Member Spotlight: Red Cedar Spirits

Not all distillers hit the ground running in the distilling business. Sometimes it takes a change of heart—of journey—to lead a person here. This explains the start of Red Cedar Spirits. The brand was initiated in 2012 with the combined yet varied backgrounds of three individuals: Kris Berglund, Dianne Holman and Mike Beck. The experiences of these individuals brought together a great background of science, agriculture, engineering, business, and regulation which triggered the forming of Red Cedar Spirits—a very unique distillation venture with many facets. 

Before Red Cedar Spirits was dreamt up by this trio, each of the three had their own business ventures. Kris, a Michigan State University professor of agriculture and engineering, developed the Artisan Distilling Program at MSU. This program helped many aspiring distillers become inspired to go into the distillery business. Since 1990, Kris had also been working with wine makers, farmers, and growers across the state of Michigan to help build the craft beverage industry. Along his journey, Kris had worked on many projects with Mike Beck of Uncle John’s Fruithouse Winery and Distillery. Mike’s expertise in business, fruit farming and other areas of agriculture brought Kris and Mike together to collaborate on some of Michigan’s early brandy production. Completing this dream team was Kris’ wife, Dianne Holman. As a civil engineer with a strong environmental background, she started a company in 2006 called Working Bugs, which used fermentation processing to produce bio-based chemicals.

 

You may ask, how did the paths of these three individuals make up Red Cedar Spirits? In addition to the Artisan Distilling Program, Kris also set up a beverage minor program with a scientific approach at MSU.  The university then set up a cooperative agreement with Michigan Brewing Company in Webberville, because the brewery had a facility  with milling, fermentation, and other equipment to enable the university program to offer a complete distilled spirits process.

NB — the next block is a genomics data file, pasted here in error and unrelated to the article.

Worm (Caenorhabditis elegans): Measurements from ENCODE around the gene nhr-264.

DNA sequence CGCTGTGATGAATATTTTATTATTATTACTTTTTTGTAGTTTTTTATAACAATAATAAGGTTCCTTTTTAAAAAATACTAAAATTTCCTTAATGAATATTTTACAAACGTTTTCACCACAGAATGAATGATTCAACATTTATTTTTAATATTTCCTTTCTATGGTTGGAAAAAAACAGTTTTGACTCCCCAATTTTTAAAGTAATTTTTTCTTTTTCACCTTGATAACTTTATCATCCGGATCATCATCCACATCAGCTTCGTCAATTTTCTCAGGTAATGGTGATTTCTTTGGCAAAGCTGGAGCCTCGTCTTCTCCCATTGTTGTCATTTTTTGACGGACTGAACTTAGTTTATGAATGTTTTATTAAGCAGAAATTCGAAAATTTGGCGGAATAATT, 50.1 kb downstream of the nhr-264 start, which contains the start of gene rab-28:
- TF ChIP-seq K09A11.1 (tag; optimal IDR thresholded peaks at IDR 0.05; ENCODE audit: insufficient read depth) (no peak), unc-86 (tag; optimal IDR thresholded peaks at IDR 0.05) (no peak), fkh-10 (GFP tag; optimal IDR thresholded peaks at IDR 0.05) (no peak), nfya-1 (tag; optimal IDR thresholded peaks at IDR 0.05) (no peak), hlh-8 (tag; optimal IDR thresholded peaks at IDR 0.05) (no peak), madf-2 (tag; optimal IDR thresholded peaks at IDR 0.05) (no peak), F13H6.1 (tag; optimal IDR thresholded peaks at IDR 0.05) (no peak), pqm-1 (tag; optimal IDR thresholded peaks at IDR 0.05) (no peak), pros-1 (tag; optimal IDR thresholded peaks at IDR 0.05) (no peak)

After a few years, due to unrelated causes, the brewery went out of business and the program needed a new shared facility. So Dianne’s Working Bugs, with its own milling and fermentation equipment, stepped in. Mike’s winery also joined the effort by renting a portion of the Working Bug’s building and extending its own distilled spirits license for that purpose, producing spirits under the name Red Cedar Spirits. Working Bugs provided the fermentation processing for the operation and so it evolved.

The year 2018 brought the tragic passing of Kris Berglund, Dianne’s husband, though his enthusiasm about the distillery and all the activities at the facility seem to be ever-present to this day. Over the past nine years, Red Cedar Spirits has developed a line of products with complete grain to bottle processing. The location in East Lansing offers a hidden oasis where you can enjoy a large menu of fresh-made cocktails and now even cocktails-to go.

With 2020 bringing many unexpected obstacles, Red Cedar Spirits has remained on the front line of business among distilleries. Since its start, Working Bugs has had an industrial distilling license and expertise in hand sanitizer production. Correspondingly, Red Cedar Spirits was able to produce and sell hand sanitizer to the public amidst COVID-19, along with a line of other house-made cleaning products. Their tasting room and bar adds new features regularly, including a recent patio expansion to allow for social distancing. If you’re ever in East Lansing, head over to 2000 Merritt Road and experience one of the oldest and bona fide distilleries in Michigan.

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